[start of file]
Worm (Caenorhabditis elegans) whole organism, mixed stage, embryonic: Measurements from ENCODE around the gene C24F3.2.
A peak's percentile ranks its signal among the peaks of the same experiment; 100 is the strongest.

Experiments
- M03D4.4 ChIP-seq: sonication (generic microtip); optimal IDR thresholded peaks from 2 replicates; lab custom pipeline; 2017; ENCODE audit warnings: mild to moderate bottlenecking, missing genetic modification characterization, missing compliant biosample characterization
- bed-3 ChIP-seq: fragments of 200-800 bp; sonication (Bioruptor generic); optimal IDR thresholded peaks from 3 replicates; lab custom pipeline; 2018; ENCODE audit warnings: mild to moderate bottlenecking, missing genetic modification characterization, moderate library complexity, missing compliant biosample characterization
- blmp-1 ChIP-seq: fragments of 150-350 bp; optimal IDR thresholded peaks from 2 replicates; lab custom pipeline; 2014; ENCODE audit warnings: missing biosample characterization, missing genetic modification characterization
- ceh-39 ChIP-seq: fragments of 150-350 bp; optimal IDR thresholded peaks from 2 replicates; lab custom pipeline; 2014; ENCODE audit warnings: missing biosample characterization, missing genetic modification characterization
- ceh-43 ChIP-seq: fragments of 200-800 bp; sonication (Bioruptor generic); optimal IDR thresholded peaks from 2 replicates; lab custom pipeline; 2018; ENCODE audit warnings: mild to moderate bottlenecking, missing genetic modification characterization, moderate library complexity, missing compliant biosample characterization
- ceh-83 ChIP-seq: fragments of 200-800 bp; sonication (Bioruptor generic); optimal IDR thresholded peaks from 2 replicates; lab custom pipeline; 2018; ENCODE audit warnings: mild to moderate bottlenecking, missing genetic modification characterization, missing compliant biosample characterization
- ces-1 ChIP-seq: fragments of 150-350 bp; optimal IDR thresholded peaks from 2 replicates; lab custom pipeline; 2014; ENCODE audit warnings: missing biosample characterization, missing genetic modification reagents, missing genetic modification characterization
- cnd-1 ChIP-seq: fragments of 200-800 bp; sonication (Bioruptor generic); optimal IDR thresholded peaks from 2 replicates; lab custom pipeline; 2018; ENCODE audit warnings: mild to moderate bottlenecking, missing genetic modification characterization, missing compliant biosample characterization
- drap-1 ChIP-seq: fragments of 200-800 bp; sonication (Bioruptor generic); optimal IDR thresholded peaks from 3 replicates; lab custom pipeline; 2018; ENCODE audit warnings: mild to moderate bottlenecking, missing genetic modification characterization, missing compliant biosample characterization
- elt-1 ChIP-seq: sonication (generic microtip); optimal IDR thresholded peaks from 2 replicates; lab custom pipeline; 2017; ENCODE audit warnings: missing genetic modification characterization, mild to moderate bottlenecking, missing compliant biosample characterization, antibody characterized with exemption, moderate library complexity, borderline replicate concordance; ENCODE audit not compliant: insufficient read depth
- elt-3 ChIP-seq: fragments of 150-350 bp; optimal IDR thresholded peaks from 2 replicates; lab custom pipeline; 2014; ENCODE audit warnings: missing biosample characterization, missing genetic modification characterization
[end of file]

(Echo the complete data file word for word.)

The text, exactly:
Worm (Caenorhabditis elegans) whole organism, mixed stage, embryonic: Measurements from ENCODE around the gene C24F3.2.
A peak's percentile ranks its signal among the peaks of the same experiment; 100 is the strongest.

Experiments
- M03D4.4 ChIP-seq: sonication (generic microtip); optimal IDR thresholded peaks from 2 replicates; lab custom pipeline; 2017; ENCODE audit warnings: mild to moderate bottlenecking, missing genetic modification characterization, missing compliant biosample characterization
- bed-3 ChIP-seq: fragments of 200-800 bp; sonication (Bioruptor generic); optimal IDR thresholded peaks from 3 replicates; lab custom pipeline; 2018; ENCODE audit warnings: mild to moderate bottlenecking, missing genetic modification characterization, moderate library complexity, missing compliant biosample characterization
- blmp-1 ChIP-seq: fragments of 150-350 bp; optimal IDR thresholded peaks from 2 replicates; lab custom pipeline; 2014; ENCODE audit warnings: missing biosample characterization, missing genetic modification characterization
- ceh-39 ChIP-seq: fragments of 150-350 bp; optimal IDR thresholded peaks from 2 replicates; lab custom pipeline; 2014; ENCODE audit warnings: missing biosample characterization, missing genetic modification characterization
- ceh-43 ChIP-seq: fragments of 200-800 bp; sonication (Bioruptor generic); optimal IDR thresholded peaks from 2 replicates; lab custom pipeline; 2018; ENCODE audit warnings: mild to moderate bottlenecking, missing genetic modification characterization, moderate library complexity, missing compliant biosample characterization
- ceh-83 ChIP-seq: fragments of 200-800 bp; sonication (Bioruptor generic); optimal IDR thresholded peaks from 2 replicates; lab custom pipeline; 2018; ENCODE audit warnings: mild to moderate bottlenecking, missing genetic modification characterization, missing compliant biosample characterization
- ces-1 ChIP-seq: fragments of 150-350 bp; optimal IDR thresholded peaks from 2 replicates; lab custom pipeline; 2014; ENCODE audit warnings: missing biosample characterization, missing genetic modification reagents, missing genetic modification characterization
- cnd-1 ChIP-seq: fragments of 200-800 bp; sonication (Bioruptor generic); optimal IDR thresholded peaks from 2 replicates; lab custom pipeline; 2018; ENCODE audit warnings: mild to moderate bottlenecking, missing genetic modification characterization, missing compliant biosample characterization
- drap-1 ChIP-seq: fragments of 200-800 bp; sonication (Bioruptor generic); optimal IDR thresholded peaks from 3 replicates; lab custom pipeline; 2018; ENCODE audit warnings: mild to moderate bottlenecking, missing genetic modification characterization, missing compliant biosample characterization
- elt-1 ChIP-seq: sonication (generic microtip); optimal IDR thresholded peaks from 2 replicates; lab custom pipeline; 2017; ENCODE audit warnings: missing genetic modification characterization, mild to moderate bottlenecking, missing compliant biosample characterization, antibody characterized with exemption, moderate library complexity, borderline replicate concordance; ENCODE audit not compliant: insufficient read depth
- elt-3 ChIP-seq: fragments of 150-350 bp; optimal IDR thresholded peaks from 2 replicates; lab custom pipeline; 2014; ENCODE audit warnings: missing biosample characterization, missing genetic modification characterization